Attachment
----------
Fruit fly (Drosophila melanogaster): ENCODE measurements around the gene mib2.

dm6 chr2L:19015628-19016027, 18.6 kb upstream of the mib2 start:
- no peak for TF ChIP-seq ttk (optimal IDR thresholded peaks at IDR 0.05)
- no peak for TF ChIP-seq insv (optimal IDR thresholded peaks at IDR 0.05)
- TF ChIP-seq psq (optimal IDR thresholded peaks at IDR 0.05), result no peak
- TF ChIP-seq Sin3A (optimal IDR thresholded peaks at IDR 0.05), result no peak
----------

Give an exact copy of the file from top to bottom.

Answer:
Fruit fly (Drosophila melanogaster): ENCODE measurements around the gene mib2.

dm6 chr2L:19015628-19016027, 18.6 kb upstream of the mib2 start:
- no peak for TF ChIP-seq ttk (optimal IDR thresholded peaks at IDR 0.05)
- no peak for TF ChIP-seq insv (optimal IDR thresholded peaks at IDR 0.05)
- TF ChIP-seq psq (optimal IDR thresholded peaks at IDR 0.05), result no peak
- TF ChIP-seq Sin3A (optimal IDR thresholded peaks at IDR 0.05), result no peak